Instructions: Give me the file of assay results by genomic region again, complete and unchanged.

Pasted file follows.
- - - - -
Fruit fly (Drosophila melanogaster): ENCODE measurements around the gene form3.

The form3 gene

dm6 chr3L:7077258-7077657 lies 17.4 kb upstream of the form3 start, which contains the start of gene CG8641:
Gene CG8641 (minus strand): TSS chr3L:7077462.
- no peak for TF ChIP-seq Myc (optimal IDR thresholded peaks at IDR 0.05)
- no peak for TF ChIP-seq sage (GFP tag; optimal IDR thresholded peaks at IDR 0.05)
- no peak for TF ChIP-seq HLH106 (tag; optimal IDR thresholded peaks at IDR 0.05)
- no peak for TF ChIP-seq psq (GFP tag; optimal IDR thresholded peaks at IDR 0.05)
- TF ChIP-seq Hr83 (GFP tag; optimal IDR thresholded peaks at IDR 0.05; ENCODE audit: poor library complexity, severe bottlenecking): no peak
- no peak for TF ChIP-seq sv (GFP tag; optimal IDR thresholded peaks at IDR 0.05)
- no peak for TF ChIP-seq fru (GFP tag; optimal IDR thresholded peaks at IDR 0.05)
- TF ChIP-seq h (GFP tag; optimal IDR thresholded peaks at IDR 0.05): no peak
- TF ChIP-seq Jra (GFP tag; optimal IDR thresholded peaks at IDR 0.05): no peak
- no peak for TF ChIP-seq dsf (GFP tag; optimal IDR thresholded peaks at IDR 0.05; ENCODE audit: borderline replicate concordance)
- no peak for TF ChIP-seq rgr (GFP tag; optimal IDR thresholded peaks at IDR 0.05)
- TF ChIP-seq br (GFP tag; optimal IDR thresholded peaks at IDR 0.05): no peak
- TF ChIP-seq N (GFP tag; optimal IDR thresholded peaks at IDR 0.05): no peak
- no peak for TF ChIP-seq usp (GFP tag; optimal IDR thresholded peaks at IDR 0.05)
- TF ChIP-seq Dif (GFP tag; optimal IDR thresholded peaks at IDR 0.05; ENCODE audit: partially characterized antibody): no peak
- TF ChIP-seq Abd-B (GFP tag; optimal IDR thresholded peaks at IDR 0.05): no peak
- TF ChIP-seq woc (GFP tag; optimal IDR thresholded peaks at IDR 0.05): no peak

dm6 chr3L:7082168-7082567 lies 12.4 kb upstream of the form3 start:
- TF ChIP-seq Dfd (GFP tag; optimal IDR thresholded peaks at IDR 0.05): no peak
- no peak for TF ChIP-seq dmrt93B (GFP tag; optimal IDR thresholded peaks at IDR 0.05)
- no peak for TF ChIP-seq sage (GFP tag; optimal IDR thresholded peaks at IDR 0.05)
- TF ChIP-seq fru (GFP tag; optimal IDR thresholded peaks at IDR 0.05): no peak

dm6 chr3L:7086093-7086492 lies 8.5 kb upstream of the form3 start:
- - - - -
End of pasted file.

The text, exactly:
Fruit fly (Drosophila melanogaster): ENCODE measurements around the gene form3.

The form3 gene

dm6 chr3L:7077258-7077657 lies 17.4 kb upstream of the form3 start, which contains the start of gene CG8641:
Gene CG8641 (minus strand): TSS chr3L:7077462.
- no peak for TF ChIP-seq Myc (optimal IDR thresholded peaks at IDR 0.05)
- no peak for TF ChIP-seq sage (GFP tag; optimal IDR thresholded peaks at IDR 0.05)
- no peak for TF ChIP-seq HLH106 (tag; optimal IDR thresholded peaks at IDR 0.05)
- no peak for TF ChIP-seq psq (GFP tag; optimal IDR thresholded peaks at IDR 0.05)
- TF ChIP-seq Hr83 (GFP tag; optimal IDR thresholded peaks at IDR 0.05; ENCODE audit: poor library complexity, severe bottlenecking): no peak
- no peak for TF ChIP-seq sv (GFP tag; optimal IDR thresholded peaks at IDR 0.05)
- no peak for TF ChIP-seq fru (GFP tag; optimal IDR thresholded peaks at IDR 0.05)
- TF ChIP-seq h (GFP tag; optimal IDR thresholded peaks at IDR 0.05): no peak
- TF ChIP-seq Jra (GFP tag; optimal IDR thresholded peaks at IDR 0.05): no peak
- no peak for TF ChIP-seq dsf (GFP tag; optimal IDR thresholded peaks at IDR 0.05; ENCODE audit: borderline replicate concordance)
- no peak for TF ChIP-seq rgr (GFP tag; optimal IDR thresholded peaks at IDR 0.05)
- TF ChIP-seq br (GFP tag; optimal IDR thresholded peaks at IDR 0.05): no peak
- TF ChIP-seq N (GFP tag; optimal IDR thresholded peaks at IDR 0.05): no peak
- no peak for TF ChIP-seq usp (GFP tag; optimal IDR thresholded peaks at IDR 0.05)
- TF ChIP-seq Dif (GFP tag; optimal IDR thresholded peaks at IDR 0.05; ENCODE audit: partially characterized antibody): no peak
- TF ChIP-seq Abd-B (GFP tag; optimal IDR thresholded peaks at IDR 0.05): no peak
- TF ChIP-seq woc (GFP tag; optimal IDR thresholded peaks at IDR 0.05): no peak

dm6 chr3L:7082168-7082567 lies 12.4 kb upstream of the form3 start:
- TF ChIP-seq Dfd (GFP tag; optimal IDR thresholded peaks at IDR 0.05): no peak
- no peak for TF ChIP-seq dmrt93B (GFP tag; optimal IDR thresholded peaks at IDR 0.05)
- no peak for TF ChIP-seq sage (GFP tag; optimal IDR thresholded peaks at IDR 0.05)
- TF ChIP-seq fru (GFP tag; optimal IDR thresholded peaks at IDR 0.05): no peak

dm6 chr3L:7086093-7086492 lies 8.5 kb upstream of the form3 start: